The greatest of MIT's great faculty
Mildred Dresselhaus went to Hunter College in New York when, for city residents, tuition was $5 a semester.
“To me, this free education meant living a life of service for the rest of my life,” she says. “I don’t serve society every minute, but I do feel a responsibility to provide some payback for all the good things society did for me.”
One of the country’s foremost experts in the field of carbon science, Dresselhaus earned the National Medal of Science in 1990. She served as director of the Office of Science at the U.S. Department of Energy during the Clinton Administration. And, she has been president of the American Physical Society and the American Association for the Advancement of Science.
Last year, she won the Heinz Award for Technology, the Economy, and Employment in recognition of work that helped keep the U.S. on the cutting edge of nanostructures and other technologies. She has written five books and received 21 honorary degrees. She now holds a joint appointment in physics and in electrical engineering and computer science.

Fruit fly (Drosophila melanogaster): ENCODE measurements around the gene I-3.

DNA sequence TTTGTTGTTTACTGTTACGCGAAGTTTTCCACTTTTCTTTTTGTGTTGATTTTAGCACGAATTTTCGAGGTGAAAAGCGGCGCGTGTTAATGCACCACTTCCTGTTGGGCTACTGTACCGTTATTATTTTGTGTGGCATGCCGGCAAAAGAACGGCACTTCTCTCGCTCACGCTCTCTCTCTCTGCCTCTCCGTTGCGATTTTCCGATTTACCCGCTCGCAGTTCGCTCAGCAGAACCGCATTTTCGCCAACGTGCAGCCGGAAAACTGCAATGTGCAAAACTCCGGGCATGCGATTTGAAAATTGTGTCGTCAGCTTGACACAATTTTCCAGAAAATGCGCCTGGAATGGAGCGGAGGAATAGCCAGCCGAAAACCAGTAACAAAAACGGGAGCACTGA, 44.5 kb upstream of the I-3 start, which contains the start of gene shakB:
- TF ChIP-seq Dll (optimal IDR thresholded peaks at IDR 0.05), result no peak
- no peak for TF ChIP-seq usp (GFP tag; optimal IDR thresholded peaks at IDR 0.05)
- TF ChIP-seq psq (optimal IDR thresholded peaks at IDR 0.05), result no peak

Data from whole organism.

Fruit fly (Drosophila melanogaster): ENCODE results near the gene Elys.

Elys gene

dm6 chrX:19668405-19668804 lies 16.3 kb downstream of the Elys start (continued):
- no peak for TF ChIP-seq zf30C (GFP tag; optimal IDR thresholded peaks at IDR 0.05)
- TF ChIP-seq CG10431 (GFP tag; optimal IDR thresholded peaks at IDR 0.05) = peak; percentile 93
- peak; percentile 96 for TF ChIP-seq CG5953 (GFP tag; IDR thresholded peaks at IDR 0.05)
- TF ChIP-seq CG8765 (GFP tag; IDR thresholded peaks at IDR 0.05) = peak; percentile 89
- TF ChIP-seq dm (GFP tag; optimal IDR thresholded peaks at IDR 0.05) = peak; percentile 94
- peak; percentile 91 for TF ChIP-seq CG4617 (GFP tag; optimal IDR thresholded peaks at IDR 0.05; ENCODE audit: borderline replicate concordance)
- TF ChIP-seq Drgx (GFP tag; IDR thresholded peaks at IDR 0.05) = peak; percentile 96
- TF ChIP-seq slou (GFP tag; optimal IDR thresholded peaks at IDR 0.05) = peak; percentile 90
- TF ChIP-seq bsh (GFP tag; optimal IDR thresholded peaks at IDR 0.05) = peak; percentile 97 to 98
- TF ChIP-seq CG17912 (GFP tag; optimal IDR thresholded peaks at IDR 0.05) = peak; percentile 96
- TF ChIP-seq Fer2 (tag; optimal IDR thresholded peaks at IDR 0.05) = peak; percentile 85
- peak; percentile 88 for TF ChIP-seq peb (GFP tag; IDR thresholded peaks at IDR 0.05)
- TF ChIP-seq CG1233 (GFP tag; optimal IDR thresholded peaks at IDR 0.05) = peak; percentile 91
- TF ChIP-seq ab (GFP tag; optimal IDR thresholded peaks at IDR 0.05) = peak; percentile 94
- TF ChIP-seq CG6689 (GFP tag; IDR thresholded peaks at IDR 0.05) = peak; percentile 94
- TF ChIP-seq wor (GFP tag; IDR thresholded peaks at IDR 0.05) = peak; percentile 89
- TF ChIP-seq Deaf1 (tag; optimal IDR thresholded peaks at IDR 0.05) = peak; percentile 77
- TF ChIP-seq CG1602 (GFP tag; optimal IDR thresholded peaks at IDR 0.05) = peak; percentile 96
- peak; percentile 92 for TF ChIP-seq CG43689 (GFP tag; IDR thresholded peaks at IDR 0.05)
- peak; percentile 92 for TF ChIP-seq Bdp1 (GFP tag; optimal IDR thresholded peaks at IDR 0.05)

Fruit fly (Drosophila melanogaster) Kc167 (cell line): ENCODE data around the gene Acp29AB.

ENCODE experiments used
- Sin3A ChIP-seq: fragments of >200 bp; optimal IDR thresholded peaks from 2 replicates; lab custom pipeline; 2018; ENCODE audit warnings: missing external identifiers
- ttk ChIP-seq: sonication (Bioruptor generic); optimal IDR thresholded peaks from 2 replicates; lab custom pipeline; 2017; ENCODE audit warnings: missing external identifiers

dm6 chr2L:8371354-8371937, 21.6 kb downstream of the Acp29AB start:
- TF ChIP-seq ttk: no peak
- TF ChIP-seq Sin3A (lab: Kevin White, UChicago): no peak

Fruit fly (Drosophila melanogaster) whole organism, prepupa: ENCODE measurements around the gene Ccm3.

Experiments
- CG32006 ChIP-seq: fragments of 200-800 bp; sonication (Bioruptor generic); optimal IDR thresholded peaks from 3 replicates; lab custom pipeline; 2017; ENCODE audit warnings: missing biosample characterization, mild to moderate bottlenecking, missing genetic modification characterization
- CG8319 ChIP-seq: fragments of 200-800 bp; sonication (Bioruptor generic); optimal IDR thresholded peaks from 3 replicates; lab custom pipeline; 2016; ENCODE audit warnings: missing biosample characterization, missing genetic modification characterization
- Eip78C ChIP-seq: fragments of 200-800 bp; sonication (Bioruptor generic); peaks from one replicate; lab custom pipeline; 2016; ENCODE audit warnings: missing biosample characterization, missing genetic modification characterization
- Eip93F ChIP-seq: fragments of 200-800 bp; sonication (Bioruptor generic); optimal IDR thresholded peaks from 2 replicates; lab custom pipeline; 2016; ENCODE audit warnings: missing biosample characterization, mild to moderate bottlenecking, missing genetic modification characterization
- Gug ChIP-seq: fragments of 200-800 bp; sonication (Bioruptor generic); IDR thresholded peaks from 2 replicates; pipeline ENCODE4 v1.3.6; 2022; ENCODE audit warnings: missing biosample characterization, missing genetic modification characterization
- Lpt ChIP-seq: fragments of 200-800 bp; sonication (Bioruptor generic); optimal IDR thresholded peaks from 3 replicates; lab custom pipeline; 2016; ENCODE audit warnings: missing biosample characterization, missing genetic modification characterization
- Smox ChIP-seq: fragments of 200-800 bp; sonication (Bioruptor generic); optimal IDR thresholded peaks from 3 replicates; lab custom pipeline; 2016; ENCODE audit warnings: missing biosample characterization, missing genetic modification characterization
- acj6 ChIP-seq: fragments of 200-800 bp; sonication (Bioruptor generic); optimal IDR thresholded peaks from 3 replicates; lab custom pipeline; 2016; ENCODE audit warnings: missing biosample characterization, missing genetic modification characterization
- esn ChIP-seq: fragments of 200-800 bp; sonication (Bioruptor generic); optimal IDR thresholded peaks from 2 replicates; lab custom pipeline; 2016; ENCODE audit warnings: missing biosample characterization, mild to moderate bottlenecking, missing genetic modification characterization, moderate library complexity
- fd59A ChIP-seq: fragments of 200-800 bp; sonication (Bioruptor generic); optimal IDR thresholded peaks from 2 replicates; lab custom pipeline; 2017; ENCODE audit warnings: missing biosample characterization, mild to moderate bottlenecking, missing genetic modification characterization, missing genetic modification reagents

In addition to serving locally and nationally on multiple boards and committees, Dresselhaus has lived a life of service by mentoring generations of MIT students. Also, for the past 40 years, she has been a strong advocate for increased opportunities for women in science.
“When I came to MIT, it was obvious to me that I had to help women students because there were so few,” says Dresselhaus, adding that when she was a student, the only career opportunity presented to her was to teach elementary school. “I never thought I had a chance to become a faculty member.”
But because she was a top student in science and math, her success encouraged her to major in science, then go on to graduate school. Soon she earned a great reputation in the field.
“Now I tell men and women students, ‘If you feel excited about doing something in life, don’t let anything stop you. Just go out and make it happen.’”